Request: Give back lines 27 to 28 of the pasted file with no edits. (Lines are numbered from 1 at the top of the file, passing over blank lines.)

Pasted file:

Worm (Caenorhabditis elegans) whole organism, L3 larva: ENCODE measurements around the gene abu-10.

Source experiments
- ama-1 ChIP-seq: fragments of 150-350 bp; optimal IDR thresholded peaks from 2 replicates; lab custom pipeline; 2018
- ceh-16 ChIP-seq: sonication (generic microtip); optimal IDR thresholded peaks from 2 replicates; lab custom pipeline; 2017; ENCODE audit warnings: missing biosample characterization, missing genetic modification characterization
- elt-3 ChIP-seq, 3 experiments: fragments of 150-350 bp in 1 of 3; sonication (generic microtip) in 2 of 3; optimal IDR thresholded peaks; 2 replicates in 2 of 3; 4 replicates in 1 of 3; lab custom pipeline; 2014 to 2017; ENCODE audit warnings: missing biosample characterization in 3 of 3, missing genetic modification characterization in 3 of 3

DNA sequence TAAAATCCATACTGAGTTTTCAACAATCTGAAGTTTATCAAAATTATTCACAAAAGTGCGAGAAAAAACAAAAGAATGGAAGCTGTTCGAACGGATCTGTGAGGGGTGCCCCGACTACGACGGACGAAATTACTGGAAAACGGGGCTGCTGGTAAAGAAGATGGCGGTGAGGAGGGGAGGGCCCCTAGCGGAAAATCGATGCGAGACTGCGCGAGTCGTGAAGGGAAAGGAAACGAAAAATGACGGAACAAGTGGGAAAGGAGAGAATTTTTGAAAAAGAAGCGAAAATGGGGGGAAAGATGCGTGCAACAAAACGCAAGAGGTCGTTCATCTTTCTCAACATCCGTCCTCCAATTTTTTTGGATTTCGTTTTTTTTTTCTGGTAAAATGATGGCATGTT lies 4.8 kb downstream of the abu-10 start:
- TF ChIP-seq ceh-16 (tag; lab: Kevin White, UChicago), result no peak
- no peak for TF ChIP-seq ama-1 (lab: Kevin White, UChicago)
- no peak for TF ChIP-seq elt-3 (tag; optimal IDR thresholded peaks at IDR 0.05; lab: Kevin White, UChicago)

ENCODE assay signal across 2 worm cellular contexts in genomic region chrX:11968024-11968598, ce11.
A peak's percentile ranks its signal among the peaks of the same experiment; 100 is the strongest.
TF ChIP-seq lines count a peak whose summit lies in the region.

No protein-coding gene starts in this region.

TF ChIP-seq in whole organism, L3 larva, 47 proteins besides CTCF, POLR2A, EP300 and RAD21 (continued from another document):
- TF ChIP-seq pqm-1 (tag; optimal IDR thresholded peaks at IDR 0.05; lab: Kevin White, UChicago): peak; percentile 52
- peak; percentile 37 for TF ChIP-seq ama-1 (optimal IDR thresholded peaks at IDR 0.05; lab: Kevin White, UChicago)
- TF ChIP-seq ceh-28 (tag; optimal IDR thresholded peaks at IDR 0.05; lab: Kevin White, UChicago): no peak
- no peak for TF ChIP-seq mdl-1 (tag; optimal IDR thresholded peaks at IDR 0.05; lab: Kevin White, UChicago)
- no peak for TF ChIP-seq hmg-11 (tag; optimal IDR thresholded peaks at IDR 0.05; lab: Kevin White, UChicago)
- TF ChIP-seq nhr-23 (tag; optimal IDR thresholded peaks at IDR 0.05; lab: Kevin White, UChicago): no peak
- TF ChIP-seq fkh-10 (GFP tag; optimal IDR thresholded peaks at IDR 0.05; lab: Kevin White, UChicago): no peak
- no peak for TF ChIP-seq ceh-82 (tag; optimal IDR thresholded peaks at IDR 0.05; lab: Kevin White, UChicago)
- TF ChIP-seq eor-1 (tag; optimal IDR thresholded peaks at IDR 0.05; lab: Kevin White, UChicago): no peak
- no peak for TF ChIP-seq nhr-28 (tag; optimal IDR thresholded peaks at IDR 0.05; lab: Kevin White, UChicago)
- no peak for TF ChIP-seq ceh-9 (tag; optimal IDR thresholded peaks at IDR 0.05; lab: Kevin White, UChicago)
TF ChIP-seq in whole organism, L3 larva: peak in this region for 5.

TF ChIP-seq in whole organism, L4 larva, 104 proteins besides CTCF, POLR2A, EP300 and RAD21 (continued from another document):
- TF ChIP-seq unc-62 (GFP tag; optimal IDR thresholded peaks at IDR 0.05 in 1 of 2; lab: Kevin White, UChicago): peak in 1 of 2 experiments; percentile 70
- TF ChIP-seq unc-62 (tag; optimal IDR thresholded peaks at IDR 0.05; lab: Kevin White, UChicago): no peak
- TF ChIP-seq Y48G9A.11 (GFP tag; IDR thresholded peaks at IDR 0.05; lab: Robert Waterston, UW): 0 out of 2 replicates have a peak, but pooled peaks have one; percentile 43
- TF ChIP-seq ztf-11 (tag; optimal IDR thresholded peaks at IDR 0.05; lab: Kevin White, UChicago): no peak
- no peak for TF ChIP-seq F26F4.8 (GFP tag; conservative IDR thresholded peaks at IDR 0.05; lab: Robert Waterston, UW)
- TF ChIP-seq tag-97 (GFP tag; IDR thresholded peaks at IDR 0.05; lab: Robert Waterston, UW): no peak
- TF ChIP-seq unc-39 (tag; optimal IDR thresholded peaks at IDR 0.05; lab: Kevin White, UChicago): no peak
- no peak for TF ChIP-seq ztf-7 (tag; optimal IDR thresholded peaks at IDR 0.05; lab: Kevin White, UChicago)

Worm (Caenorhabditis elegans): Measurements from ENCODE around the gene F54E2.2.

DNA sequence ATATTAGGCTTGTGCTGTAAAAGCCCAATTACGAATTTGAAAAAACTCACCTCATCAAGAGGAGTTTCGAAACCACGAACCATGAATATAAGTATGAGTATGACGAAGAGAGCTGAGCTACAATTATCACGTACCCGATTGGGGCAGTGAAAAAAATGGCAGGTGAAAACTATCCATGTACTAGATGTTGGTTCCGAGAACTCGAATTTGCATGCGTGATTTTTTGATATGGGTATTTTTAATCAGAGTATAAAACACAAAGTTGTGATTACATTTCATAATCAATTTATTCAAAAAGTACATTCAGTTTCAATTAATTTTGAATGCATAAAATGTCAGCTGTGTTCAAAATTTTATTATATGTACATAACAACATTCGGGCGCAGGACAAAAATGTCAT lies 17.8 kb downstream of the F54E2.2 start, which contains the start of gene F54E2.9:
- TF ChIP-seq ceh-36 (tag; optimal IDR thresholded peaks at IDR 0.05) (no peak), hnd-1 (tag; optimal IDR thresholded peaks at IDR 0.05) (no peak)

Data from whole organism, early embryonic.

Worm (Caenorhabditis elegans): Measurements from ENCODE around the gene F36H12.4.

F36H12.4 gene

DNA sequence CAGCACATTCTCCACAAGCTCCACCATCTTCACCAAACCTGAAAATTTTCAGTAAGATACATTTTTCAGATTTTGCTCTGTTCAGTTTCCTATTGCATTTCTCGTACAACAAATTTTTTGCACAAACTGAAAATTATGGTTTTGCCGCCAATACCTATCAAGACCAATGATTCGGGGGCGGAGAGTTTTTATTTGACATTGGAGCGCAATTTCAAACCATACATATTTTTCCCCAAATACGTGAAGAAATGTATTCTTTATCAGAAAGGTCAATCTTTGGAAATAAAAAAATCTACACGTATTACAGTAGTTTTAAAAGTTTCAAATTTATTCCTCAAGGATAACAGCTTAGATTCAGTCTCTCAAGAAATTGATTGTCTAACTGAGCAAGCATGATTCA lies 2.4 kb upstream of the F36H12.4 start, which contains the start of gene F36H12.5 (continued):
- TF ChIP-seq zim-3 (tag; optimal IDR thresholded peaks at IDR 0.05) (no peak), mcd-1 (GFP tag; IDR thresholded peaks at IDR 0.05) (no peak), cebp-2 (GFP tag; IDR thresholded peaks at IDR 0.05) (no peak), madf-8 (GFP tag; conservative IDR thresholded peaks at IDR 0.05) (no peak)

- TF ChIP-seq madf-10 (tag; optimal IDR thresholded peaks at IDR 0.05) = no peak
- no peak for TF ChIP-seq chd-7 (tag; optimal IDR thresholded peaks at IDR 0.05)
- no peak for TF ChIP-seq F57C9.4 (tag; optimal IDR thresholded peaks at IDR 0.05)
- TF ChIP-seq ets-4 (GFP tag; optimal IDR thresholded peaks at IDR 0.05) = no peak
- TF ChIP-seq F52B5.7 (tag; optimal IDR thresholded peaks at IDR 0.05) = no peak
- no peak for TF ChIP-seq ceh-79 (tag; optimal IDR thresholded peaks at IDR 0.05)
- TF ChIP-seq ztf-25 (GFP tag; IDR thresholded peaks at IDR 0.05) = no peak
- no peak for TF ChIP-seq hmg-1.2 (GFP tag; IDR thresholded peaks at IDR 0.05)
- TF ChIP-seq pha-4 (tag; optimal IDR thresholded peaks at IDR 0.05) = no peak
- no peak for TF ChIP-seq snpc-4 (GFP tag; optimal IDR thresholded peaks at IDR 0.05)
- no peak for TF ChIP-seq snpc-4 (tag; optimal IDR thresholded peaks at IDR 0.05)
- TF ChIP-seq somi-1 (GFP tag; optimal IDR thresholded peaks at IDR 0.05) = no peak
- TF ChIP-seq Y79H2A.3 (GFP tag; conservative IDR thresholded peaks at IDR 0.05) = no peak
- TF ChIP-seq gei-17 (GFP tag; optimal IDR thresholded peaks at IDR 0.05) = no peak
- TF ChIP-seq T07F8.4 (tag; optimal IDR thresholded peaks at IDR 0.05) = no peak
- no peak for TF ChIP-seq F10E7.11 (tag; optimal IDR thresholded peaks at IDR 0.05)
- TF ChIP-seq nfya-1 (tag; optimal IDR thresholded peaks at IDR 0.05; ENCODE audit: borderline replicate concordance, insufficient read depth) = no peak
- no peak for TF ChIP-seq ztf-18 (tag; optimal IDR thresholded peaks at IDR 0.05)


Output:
TF ChIP-seq in whole organism, L4 larva, 104 proteins besides CTCF, POLR2A, EP300 and RAD21 (continued from another document):
- TF ChIP-seq unc-62 (GFP tag; optimal IDR thresholded peaks at IDR 0.05 in 1 of 2; lab: Kevin White, UChicago): peak in 1 of 2 experiments; percentile 70